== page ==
Solano’s contract with the Reds is worth $4.5 million this season. It’s the largest free-agent signing the team has made since inking Nick Castellanos to a much larger four-year, $64 million deal prior to the 2020 season. Solano is only the seventh player on the Reds’ roster with a guaranteed contract. Every other player will either have to go through arbitration or will earn the major-league minimum ($700K).
With the addition of Solano (and Mike Minor), the Reds’ current payroll is currently about $98 million. General manager Nick Krall said the team is looking to continue adding. Sure would be nice to add a top-hitting outfielder for about $7 million. Wonder who could fit that bill? Hmm.
With Jonathan India locked into second base for the foreseeable future, Solano figures to serve in a utility role for the Reds. Third base seems like his best opportunity to get in the starting lineup, as the Reds will likely want to ease the workload on oft-injured Mike Moustakas.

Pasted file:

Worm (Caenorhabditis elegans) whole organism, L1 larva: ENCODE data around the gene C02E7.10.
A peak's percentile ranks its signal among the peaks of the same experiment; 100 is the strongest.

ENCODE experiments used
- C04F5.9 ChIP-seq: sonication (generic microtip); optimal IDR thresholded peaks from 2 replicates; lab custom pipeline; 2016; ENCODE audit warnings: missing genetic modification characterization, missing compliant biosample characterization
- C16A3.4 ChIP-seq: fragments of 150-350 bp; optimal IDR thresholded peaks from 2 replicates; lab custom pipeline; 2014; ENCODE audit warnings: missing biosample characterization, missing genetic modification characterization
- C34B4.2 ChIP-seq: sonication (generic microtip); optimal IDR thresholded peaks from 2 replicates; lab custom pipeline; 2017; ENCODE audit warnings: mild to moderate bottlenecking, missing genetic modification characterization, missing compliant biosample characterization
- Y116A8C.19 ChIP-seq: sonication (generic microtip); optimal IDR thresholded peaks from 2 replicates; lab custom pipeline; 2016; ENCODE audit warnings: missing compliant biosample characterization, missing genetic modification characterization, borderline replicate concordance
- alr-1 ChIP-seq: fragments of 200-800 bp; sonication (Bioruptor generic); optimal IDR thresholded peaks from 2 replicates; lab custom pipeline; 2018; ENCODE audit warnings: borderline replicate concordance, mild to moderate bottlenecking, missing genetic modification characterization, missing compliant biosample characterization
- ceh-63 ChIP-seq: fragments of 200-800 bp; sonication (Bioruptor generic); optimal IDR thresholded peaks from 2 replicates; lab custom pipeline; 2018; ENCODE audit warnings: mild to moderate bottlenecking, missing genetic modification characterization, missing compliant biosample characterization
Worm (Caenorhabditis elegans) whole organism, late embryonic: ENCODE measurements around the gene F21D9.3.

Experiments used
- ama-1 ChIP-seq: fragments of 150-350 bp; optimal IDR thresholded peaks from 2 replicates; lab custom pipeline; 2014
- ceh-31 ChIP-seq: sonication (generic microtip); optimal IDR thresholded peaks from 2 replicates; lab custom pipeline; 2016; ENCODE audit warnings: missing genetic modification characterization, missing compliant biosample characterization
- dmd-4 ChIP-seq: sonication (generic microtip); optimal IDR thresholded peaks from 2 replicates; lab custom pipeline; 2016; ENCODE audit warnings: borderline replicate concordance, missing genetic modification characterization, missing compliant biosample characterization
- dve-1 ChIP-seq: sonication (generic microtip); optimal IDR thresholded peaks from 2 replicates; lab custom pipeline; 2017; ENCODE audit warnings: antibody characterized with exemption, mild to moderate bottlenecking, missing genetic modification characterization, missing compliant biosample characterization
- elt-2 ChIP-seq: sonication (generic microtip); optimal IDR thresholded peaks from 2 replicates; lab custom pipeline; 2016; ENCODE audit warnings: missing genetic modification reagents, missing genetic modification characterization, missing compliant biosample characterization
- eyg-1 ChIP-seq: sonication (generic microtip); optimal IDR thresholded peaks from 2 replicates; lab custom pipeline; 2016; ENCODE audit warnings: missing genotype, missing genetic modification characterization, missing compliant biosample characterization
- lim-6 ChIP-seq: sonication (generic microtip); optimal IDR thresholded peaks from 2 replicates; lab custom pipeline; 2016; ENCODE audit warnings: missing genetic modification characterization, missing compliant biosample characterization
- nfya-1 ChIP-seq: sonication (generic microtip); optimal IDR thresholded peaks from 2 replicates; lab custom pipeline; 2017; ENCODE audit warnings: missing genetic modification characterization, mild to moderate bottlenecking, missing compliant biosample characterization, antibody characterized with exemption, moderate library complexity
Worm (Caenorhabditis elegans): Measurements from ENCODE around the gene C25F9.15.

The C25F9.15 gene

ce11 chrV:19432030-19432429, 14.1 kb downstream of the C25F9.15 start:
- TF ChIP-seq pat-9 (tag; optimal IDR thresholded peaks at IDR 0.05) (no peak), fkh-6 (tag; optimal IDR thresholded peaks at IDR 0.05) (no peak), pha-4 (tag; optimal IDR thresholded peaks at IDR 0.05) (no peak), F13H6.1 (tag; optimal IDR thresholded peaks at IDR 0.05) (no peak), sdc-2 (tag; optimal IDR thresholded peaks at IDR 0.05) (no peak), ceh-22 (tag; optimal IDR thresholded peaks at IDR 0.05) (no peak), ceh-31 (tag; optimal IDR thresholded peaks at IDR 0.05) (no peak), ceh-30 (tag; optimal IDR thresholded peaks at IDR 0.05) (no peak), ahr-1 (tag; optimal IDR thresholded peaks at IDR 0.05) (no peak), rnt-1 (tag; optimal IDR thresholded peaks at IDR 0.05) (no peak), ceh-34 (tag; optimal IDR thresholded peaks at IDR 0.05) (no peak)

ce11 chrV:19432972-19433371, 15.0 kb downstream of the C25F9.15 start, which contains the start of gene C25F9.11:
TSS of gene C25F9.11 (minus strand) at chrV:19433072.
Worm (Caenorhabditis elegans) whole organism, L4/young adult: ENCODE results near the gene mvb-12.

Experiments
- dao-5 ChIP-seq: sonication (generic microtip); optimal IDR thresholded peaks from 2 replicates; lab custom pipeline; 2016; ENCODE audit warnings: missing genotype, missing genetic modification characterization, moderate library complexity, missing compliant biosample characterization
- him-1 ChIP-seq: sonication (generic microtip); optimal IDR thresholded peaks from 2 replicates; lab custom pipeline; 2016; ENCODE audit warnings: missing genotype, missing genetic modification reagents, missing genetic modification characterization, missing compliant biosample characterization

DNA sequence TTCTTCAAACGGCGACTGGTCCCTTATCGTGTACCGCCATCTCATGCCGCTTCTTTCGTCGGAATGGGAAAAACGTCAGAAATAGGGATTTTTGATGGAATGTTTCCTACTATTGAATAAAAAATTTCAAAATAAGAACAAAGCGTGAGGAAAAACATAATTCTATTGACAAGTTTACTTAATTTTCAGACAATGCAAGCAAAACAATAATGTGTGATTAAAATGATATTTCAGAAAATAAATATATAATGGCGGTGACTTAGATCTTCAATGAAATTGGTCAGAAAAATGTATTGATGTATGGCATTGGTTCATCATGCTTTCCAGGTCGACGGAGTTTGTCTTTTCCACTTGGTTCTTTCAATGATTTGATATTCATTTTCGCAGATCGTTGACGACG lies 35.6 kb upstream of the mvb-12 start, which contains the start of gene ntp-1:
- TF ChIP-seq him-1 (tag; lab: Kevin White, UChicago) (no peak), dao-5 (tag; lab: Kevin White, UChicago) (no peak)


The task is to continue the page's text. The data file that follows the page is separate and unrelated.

Solano should also see plenty of playing time against left-handed pitching, a weakness last year that the Reds front office hadn’t previously addressed in any way before this signing. Over the last three seasons, Solano has hit .326/.367/.472 with a 126 wRC+ against southpaws. Even with a lesser performance overall in 2021 than the previous two years, Solano still handled lefties well, hitting .301/.344/.478 with a 121 wRC+.
Here’s how various projections systems expect Solano to perform in 2022:
Solano’s presence could mean Max Schrock and/or Alejo Lopez won’t make the Opening Day roster.
Why the Reds front office felt it needed to trade away one of its top pitchers and its best outfielder to add a utility player and a mediocre pitcher remains a mystery. Still, Solano should be a helpful addition to the team. There is some degree of risk given his age, but he should help address the Reds’ glaring problem against left-handed pitching and provide valuable flexibility by playing multiple positions.
Now to fix the mess that is the outfield. And don’t forget the bullpen. Sigh.
Photo by Brian Rothmuller/Icon Sportswire